Economic Recovery Is Upon Us and a Return to a ‘New Normal’ Awaits
Global stock markets have been anticipating economic recovery and re-opening since the announcement of vaccinations hit the news last November, and the second quarter showed continued progress. Strong employment data, shortages of goods and services, low inventories, lengthening lead times, and firming prices underpin what has been the strongest economic recovery since the early 80s.
As detailed in last quarter’s Capital Markets Review, these conditions have been largely underwritten by the combined efforts of the Federal Reserve and the supernormal fiscal response from the U.S. Congress. Now, the need to sustain these enormous levels of government-provided stimulus is fading, and growth from continuing fiscal and monetary support may already be past its peak. Early evidence of this can be seen in the scaled-back size of the proposed infrastructure bill and the offsetting impact that proposed tax increases would have on its stimulative effects.
While we’re currently enjoying the best of the early-cycle, stimulus-driven recovery, beginning in the third quarter, consensus GDP forecasts decelerate and ultimately narrow to less than 2% on an annual basis (as Chart 1 shows). While many economists expect this deceleration process to be orderly, that’s likely to depend on inflation, which plays a key role in dictating the long-term interest rate outlook. A rising-rate environment stemming from persistently higher inflation data could potentially threaten this outlook and result in much greater volatility in global financial markets. We incorporate each of these scenarios into our risk modelling and portfolio construction process.
Earnings Look Great Now, but Fundamental Support is Fading
While the economic backdrop has provided tremendous support for the short-term earnings outlook, the consequences of government action and the prospect of waning support have yet to be fully discounted by the financial markets. Corporate earnings are likely to follow a similar trajectory as economic projections. The level of earnings growth continues to look quite healthy through the end of the year, and current headlines will trumpet this strength. However, a pronounced slow-down in this rate of growth is widely expected in 2022 and 2023 (as shown in Chart 2) as government stimulus subsides.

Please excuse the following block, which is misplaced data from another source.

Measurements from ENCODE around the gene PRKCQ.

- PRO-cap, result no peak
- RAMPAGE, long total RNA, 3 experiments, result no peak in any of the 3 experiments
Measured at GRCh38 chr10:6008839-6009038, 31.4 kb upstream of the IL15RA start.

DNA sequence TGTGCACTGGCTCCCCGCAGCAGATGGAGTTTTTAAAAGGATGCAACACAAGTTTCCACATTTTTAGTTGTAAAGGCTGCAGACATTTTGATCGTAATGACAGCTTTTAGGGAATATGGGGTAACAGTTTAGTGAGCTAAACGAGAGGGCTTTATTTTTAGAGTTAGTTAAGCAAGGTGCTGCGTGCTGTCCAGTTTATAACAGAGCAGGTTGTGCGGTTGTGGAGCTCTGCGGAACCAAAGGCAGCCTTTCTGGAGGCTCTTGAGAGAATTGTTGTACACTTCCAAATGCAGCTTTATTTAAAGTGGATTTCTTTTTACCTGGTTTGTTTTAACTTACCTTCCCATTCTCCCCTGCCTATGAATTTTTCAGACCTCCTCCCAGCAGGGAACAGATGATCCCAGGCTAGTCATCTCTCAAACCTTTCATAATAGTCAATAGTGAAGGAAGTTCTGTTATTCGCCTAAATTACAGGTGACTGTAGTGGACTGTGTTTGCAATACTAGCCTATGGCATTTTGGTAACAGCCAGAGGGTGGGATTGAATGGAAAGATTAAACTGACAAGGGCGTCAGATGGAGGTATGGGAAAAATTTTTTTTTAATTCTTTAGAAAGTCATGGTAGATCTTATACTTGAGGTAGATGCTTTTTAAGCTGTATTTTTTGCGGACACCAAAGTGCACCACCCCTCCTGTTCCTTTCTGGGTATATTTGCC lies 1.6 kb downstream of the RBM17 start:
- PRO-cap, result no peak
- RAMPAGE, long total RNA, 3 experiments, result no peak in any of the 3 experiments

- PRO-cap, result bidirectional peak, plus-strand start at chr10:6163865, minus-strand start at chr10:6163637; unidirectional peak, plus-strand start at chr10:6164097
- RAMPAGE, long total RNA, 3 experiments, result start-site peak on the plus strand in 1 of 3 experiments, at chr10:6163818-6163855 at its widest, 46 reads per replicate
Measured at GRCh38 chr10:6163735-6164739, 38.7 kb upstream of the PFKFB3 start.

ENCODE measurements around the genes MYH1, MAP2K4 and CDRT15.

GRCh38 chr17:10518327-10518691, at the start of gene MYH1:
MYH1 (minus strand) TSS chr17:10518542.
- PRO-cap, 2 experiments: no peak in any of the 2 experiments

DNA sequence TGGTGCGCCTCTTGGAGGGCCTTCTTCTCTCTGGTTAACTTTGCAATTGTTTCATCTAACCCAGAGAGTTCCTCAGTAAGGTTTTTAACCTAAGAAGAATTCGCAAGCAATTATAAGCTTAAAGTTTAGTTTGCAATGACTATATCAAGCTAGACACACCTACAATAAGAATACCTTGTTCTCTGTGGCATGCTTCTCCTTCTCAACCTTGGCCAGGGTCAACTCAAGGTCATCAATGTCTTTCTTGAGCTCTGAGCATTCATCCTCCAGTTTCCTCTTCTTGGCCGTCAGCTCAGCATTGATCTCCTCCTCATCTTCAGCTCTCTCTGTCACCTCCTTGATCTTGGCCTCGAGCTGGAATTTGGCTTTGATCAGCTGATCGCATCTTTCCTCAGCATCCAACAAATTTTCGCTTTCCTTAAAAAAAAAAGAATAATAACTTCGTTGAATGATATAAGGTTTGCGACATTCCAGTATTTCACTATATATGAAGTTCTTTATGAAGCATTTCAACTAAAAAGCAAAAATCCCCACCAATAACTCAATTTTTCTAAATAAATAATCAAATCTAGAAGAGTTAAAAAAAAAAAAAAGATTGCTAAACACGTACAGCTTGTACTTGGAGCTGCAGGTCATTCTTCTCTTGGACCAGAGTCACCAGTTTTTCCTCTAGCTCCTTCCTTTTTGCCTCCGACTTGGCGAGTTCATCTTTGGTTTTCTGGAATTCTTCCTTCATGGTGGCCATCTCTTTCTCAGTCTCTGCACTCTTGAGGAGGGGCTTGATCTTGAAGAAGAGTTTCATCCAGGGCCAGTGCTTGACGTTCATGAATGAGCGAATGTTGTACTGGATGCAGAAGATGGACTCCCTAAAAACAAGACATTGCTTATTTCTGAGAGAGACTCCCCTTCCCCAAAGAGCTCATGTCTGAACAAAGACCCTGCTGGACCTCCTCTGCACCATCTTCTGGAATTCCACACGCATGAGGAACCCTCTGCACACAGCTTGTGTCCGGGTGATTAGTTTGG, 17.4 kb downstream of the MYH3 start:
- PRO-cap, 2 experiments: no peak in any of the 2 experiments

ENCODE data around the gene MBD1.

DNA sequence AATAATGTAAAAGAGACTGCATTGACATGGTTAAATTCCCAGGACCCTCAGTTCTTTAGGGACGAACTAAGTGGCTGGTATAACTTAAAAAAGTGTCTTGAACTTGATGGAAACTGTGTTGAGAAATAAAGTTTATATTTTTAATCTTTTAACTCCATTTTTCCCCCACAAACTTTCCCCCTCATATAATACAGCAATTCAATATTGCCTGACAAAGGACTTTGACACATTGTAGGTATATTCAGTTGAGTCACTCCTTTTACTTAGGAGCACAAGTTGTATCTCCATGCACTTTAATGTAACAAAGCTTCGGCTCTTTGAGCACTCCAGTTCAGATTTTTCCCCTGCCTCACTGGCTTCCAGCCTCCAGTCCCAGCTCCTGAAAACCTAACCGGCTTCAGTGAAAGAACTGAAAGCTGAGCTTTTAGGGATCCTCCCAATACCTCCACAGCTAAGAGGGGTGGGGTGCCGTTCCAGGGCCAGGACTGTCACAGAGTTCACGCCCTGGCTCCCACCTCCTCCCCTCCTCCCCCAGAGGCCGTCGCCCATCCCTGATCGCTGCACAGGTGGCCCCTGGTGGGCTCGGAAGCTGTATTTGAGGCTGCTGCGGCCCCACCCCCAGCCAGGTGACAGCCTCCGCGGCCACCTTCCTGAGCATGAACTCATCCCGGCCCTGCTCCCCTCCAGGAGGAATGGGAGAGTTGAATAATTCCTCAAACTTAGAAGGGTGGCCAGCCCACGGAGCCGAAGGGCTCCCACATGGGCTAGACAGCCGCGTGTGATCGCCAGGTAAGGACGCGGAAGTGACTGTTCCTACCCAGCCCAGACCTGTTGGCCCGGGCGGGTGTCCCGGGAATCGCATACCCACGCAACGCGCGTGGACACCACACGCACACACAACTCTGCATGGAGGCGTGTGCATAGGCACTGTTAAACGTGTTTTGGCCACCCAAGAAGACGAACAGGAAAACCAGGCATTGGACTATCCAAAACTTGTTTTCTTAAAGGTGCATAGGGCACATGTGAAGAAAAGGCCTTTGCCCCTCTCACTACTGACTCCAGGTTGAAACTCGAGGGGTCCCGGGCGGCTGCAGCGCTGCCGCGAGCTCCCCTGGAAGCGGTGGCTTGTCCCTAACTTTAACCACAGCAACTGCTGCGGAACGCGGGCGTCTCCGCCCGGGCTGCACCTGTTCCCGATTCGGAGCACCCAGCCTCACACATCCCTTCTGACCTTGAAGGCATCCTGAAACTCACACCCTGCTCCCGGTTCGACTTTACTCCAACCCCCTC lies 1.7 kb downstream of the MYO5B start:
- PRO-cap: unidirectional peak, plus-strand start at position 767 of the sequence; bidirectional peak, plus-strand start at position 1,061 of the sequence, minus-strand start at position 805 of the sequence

Without large amounts of new economic stimulus, earnings are likely to struggle to grow at historical norms over the intermediate to long term. This combined with expensive valuations for most global asset classes has industry observers expecting a low-return environment for the coming decade. Chart 3 is illustrative of these expected returns (net of inflation).
Source: Research Affiliates, 1/31/21
This low-return environment is likely to be very challenging and look nothing like the previous decade. Investors who pursue a strategy that establishes a diversified portfolio of assets with fixed weightings are likely to be disappointed. Based on expected returns, there are simply no assets that one can blindly hold through the next decade and achieve success. In fact, U.S. large-company stocks and intermediate-term bonds, typically the largest holdings in many portfolios, are widely projected to have flat-to-negative returns after inflation. Also, with valuations for most assets at very expensive levels, there could be bouts of great volatility as prices move to more normal levels.
A Dynamic Process is a Must
To succeed, investors will need to have clear objectives and manage to those objectives. To us, this means achieving high-quality, absolute returns with lower volatility and protecting portfolios from large losses from which it can take many years to recover. Also, understanding what constitutes a quality investment is paramount. Since investing is essentially about owning the future cash flows of an asset, in our view, one wants to buy them at a market price that will yield an acceptable return with a high level of certainty.
Since not all assets will be attractive all the time, a dynamic and discerning management process will be essential in our view – one that captures pockets of opportunity and avoids pockets of unwanted risk. Making these judgments will require a deep understanding of an asset’s future cash flows and how tomorrow’s economy might impact them. Further, having a valuation level clearly in mind where an asset is no longer attractive and it’s time to move on needs to be clearly established.
In our view, executing this process with excellence demands the full attention of a sophisticated investment office. A team with depth and breadth of global asset experience, executing an investment discipline rooted in exhaustive research and deep continuing analysis. One that chases down every possibility while exercising true collaboration and a willingness to challenge one another to get to the best outcome. That’s what our Portfolio Management Group does every day.